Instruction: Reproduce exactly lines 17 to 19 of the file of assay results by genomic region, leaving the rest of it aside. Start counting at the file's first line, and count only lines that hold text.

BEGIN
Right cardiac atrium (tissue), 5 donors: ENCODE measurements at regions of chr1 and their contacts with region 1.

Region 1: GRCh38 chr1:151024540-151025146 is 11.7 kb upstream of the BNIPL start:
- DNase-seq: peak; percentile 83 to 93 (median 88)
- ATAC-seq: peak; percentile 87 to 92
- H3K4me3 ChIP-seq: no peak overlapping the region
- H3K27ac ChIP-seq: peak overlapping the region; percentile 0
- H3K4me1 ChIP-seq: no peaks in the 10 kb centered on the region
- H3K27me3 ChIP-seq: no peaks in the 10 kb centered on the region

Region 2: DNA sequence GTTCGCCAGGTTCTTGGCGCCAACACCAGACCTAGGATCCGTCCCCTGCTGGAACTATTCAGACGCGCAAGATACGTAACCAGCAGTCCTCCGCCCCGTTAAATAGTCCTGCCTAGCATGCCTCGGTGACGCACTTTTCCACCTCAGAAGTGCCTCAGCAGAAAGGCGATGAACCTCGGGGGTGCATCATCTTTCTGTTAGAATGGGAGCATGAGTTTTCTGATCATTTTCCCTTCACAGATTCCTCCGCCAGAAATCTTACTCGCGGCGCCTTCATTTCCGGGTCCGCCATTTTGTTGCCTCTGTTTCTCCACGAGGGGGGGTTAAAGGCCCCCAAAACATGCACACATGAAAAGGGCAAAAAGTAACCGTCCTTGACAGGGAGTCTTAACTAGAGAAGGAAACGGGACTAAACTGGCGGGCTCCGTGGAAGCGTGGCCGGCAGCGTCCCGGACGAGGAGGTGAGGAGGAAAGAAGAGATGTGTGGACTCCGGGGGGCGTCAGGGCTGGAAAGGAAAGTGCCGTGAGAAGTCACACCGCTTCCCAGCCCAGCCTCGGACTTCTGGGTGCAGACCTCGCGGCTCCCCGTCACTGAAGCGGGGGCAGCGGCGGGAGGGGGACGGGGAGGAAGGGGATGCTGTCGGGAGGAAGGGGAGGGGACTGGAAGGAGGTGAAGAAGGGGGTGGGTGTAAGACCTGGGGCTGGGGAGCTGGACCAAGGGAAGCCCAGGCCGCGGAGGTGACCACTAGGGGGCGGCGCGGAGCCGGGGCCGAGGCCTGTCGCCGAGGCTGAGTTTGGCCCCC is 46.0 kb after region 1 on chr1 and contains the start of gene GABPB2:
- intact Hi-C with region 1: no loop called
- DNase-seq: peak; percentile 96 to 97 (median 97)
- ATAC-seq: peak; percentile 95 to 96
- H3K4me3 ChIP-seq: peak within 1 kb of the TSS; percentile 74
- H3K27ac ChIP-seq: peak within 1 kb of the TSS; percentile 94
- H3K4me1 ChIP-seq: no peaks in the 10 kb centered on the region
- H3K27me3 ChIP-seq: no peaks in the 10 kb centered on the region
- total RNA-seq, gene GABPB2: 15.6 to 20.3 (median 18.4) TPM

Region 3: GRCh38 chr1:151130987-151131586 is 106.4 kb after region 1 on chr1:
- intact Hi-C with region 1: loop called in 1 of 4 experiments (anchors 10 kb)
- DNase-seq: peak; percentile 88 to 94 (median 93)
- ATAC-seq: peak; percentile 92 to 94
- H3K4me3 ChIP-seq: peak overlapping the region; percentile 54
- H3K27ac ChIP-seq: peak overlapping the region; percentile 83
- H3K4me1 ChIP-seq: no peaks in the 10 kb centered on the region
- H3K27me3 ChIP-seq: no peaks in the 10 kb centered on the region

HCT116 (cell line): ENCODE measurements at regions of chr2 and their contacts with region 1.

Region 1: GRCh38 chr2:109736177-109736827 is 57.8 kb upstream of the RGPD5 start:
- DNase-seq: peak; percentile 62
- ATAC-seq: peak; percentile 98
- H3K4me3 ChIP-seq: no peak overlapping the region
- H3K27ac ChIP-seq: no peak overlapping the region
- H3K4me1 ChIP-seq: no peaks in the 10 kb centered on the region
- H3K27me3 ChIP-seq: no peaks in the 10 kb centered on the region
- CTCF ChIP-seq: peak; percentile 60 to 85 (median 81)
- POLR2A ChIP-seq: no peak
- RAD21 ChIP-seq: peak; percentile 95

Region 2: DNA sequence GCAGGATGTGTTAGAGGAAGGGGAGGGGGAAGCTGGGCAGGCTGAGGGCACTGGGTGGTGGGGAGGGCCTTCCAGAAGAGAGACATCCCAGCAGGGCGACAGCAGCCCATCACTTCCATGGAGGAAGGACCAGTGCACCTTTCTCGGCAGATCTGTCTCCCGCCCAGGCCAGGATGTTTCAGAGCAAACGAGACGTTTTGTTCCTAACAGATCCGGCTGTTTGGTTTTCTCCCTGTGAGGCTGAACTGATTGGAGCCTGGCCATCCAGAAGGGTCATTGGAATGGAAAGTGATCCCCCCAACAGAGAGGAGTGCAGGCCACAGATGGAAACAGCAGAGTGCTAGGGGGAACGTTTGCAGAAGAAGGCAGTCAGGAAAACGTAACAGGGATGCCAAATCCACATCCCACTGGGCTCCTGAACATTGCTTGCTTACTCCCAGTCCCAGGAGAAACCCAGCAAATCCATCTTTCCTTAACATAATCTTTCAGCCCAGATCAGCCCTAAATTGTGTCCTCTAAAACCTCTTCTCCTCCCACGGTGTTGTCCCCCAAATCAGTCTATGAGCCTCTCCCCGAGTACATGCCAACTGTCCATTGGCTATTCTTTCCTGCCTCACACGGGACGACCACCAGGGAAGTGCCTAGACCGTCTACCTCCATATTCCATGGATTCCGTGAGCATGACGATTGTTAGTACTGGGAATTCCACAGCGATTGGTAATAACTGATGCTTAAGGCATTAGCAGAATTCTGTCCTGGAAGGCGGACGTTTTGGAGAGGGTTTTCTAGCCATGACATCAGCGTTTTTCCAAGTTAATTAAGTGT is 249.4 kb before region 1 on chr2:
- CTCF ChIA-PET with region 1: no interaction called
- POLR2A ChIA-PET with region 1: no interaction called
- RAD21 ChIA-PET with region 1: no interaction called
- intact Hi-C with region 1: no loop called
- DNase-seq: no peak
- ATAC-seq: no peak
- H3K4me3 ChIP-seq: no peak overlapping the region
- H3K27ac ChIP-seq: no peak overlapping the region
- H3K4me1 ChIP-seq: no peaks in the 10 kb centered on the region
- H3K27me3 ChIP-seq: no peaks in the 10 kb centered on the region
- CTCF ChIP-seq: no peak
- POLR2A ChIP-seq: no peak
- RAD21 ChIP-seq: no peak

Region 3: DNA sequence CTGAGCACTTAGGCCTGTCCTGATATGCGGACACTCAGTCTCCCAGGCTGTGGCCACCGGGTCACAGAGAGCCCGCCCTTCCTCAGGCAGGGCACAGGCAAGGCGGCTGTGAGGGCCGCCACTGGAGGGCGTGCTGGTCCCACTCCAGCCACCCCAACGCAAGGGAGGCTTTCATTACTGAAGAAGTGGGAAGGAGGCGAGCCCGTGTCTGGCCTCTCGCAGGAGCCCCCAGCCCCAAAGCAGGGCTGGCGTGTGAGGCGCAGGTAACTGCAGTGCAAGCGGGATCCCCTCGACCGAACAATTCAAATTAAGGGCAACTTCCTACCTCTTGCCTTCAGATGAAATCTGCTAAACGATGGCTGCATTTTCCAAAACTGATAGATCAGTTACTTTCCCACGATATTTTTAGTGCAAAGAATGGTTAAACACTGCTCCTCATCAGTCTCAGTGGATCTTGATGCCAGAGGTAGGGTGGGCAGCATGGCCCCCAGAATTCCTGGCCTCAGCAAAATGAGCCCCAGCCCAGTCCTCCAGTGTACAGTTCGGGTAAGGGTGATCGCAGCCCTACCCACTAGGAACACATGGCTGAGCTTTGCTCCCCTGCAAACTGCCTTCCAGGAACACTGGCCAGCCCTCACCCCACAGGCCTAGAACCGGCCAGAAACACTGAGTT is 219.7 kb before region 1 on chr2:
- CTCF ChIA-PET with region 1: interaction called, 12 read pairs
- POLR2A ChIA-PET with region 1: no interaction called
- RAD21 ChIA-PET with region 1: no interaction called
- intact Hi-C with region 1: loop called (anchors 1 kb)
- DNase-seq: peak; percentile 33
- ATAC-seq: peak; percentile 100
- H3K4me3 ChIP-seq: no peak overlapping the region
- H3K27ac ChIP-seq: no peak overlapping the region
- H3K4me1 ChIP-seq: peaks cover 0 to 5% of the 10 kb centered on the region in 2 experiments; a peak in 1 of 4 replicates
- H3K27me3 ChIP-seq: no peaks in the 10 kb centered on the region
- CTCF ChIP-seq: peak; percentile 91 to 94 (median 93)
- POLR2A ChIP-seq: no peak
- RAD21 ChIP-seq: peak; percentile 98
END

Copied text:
- total RNA-seq, gene GABPB2: 15.6 to 20.3 (median 18.4) TPM

Region 3: GRCh38 chr1:151130987-151131586 is 106.4 kb after region 1 on chr1:
- intact Hi-C with region 1: loop called in 1 of 4 experiments (anchors 10 kb)